How do photographs shape memory and identity?


To photograph a moment is to privilege that moment. When we look at the resulting photograph, we privilege that moment yet again. Sharing photographs with others can be a means of sharing and reinforcing privileged perspectives and experiences, and of building community based on a shared experience of a photograph’s contents.

Yet, as we show in this exhibition, “photography” is never just one thing, and the ways that photographs were taken and shared varied considerably over time. For example, compare the daguerreotype of Mrs Morrow to the portrait of James Harry Finn featured on a wanted poster. Next consider how each of these examples compare to a full album of snapshots when it comes to telling the story of one person’s identity.

Many of the photographs included here feature places rather than people, and were intended to either remind viewers of a particular place or share views of an unfamiliar place. These photographs contribute to the ways that places were remembered and imagined—to what James Ryan and Joan Schwartz have called “the geographical imagination.” Schwartz has elaborated on this idea by explaining that imagined geographies are products of representational practices that transform ‘space’ on the ground into ‘place’ in the mind” and that such images are always “value-laden visualizations of people(s), place(s), and the relationship(s) between them” (4).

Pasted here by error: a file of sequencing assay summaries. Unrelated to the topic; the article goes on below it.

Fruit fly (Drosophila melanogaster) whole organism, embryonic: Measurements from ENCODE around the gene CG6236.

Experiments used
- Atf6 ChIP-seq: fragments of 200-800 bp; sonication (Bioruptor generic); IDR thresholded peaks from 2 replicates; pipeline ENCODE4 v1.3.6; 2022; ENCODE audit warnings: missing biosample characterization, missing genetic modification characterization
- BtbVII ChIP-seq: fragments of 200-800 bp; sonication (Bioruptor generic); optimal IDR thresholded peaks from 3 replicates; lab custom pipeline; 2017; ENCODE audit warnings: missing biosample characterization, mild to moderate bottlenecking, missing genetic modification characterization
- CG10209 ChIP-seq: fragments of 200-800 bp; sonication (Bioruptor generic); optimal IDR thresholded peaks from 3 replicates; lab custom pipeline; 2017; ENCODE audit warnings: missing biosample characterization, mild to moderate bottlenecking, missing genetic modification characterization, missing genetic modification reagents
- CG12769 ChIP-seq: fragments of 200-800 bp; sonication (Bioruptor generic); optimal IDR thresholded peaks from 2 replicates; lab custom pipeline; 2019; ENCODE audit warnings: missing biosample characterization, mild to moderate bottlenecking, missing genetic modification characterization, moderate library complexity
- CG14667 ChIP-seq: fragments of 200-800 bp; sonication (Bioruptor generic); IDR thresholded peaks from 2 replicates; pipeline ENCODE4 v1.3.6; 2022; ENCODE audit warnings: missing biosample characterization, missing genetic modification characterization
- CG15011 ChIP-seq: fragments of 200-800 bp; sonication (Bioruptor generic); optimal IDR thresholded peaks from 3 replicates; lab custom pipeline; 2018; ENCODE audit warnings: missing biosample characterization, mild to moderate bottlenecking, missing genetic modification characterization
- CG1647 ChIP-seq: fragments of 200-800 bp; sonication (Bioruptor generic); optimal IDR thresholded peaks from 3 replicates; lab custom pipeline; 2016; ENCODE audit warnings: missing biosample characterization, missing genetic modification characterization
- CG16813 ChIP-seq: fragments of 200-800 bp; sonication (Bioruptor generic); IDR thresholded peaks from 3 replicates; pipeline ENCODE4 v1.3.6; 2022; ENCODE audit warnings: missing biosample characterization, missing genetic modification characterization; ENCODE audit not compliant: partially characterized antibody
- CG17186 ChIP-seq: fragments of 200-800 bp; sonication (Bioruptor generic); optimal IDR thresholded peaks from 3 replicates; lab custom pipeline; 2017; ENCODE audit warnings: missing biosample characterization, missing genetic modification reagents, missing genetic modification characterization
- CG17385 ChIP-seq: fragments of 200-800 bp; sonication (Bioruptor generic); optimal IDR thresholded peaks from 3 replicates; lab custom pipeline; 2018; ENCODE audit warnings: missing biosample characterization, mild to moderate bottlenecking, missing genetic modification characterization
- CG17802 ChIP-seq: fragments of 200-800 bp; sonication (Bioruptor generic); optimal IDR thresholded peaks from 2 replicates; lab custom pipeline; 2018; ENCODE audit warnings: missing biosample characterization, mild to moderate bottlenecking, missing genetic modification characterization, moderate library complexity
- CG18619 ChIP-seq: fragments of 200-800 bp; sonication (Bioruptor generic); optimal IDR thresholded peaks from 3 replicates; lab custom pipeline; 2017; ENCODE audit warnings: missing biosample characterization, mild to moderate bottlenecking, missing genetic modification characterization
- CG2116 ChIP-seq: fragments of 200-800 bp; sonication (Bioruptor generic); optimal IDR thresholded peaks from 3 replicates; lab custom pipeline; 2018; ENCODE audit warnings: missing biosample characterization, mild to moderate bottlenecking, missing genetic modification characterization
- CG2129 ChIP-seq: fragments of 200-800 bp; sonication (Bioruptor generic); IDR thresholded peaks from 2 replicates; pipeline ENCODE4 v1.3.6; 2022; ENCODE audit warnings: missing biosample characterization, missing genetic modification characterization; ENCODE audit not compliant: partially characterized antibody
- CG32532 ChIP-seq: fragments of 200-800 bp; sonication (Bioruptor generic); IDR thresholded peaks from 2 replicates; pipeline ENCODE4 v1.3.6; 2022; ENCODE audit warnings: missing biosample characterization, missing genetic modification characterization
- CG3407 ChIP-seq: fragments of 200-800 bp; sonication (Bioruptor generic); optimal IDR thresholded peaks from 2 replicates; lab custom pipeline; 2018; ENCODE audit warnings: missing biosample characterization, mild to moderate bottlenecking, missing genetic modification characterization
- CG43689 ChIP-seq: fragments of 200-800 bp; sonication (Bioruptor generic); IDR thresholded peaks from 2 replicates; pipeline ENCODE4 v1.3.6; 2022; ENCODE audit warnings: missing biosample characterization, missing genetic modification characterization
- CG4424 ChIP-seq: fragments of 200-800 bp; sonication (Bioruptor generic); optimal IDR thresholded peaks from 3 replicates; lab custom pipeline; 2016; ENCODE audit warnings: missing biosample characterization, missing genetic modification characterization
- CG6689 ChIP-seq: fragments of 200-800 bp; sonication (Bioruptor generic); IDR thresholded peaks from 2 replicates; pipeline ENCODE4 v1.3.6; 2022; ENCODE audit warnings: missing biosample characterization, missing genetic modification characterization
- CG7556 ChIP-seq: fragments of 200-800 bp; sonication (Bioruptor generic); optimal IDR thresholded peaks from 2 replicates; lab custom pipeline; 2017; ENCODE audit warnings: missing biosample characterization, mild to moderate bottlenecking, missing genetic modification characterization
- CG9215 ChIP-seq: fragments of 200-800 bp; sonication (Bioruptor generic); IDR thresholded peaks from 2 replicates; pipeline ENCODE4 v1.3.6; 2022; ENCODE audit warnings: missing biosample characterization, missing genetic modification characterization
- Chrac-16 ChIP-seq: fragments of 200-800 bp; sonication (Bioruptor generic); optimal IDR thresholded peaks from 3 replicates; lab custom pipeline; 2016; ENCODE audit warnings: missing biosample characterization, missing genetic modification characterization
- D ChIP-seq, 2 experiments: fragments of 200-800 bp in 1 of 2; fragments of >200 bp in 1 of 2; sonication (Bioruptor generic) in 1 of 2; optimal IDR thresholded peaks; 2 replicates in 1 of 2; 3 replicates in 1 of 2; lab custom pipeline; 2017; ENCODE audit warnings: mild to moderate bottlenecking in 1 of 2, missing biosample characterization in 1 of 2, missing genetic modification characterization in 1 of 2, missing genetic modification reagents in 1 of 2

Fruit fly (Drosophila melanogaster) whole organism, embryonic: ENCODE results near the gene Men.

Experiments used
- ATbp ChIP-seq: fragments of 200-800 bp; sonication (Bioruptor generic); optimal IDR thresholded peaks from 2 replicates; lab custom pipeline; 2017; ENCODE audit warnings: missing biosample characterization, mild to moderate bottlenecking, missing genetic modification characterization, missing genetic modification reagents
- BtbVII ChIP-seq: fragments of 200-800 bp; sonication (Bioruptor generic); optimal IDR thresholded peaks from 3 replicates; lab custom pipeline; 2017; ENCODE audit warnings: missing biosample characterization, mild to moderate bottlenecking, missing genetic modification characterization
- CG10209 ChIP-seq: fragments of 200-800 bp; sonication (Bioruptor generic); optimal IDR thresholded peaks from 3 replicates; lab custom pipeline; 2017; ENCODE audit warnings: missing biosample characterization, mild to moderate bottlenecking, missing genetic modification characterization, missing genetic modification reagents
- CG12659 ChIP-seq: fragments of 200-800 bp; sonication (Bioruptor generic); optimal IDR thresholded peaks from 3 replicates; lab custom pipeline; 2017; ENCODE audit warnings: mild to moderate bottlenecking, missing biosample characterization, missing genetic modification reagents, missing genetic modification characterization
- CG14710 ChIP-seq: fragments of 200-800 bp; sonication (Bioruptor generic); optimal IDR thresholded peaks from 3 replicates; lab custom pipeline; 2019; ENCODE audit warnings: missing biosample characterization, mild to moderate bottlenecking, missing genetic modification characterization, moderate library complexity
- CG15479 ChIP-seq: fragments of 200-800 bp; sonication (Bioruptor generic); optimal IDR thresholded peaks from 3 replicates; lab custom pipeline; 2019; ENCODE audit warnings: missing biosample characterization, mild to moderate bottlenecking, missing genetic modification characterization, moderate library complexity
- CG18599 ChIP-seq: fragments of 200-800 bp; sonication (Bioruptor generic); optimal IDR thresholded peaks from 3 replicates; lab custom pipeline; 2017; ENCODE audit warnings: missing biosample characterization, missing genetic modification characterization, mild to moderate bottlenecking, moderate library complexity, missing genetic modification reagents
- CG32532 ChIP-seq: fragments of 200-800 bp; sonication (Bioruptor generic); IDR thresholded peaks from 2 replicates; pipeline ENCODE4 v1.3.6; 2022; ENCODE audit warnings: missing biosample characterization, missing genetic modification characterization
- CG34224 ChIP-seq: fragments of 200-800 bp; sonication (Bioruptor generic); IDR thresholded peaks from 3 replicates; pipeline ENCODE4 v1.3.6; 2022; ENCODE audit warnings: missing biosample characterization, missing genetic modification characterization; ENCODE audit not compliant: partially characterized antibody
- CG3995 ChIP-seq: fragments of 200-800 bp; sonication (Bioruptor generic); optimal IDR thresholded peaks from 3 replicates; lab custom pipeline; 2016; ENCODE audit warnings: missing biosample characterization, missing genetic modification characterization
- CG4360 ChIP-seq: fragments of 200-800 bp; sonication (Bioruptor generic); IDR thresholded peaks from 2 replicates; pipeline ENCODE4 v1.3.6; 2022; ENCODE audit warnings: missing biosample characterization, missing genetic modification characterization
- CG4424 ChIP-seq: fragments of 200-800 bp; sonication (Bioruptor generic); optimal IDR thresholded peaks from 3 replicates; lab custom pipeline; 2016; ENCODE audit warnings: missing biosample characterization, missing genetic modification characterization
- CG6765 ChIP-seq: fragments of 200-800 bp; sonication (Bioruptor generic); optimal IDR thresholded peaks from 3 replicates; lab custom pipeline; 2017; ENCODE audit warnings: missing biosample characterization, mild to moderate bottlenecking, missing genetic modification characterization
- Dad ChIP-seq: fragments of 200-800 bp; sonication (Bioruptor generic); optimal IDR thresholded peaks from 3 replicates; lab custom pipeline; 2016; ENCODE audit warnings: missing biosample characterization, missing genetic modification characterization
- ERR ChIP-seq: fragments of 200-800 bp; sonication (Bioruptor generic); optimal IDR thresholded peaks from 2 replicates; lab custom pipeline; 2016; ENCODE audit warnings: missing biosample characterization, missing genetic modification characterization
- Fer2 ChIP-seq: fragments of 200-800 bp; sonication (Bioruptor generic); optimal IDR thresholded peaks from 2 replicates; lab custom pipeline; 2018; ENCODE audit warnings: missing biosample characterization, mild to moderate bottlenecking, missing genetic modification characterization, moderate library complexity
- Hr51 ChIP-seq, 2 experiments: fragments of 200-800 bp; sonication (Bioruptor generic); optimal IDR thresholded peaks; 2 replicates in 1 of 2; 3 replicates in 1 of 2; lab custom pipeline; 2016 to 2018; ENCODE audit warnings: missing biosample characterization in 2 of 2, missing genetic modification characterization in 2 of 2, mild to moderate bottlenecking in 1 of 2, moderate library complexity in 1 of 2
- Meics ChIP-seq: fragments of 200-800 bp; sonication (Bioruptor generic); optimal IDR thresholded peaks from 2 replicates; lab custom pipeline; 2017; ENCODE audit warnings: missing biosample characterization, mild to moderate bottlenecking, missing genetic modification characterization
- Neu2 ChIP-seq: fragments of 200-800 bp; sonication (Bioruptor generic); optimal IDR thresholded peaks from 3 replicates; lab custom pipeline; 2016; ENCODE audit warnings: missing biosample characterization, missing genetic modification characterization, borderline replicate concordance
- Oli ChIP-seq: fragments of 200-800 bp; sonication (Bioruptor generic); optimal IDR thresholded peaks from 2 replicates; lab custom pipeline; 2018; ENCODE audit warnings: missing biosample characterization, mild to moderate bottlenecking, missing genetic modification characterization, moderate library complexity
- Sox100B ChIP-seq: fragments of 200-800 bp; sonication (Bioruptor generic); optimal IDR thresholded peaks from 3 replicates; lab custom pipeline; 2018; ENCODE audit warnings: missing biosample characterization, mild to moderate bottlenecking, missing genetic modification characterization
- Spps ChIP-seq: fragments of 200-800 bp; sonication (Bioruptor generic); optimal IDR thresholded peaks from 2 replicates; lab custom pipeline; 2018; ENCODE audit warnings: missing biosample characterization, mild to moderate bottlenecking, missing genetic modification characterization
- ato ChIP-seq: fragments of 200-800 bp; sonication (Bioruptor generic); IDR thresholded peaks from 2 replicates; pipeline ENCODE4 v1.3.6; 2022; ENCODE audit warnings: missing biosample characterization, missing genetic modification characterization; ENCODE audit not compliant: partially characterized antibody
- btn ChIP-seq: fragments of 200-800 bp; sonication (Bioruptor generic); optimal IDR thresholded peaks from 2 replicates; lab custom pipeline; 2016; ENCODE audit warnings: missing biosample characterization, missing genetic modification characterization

As you move through the photographs in this section, through portraits and snapshots, souvenir books and albums, postcards and playing cards, consider what they convey about the identities of the photographs’ subjects and owners, and about the relationships between them. Pay attention to what is included in these examples as well as to what is left out, for technical or other reasons. Examining collections of photographs with a critical eye can help us to notice what has been excluded and overlooked, which may help us to imagine new histories and identities.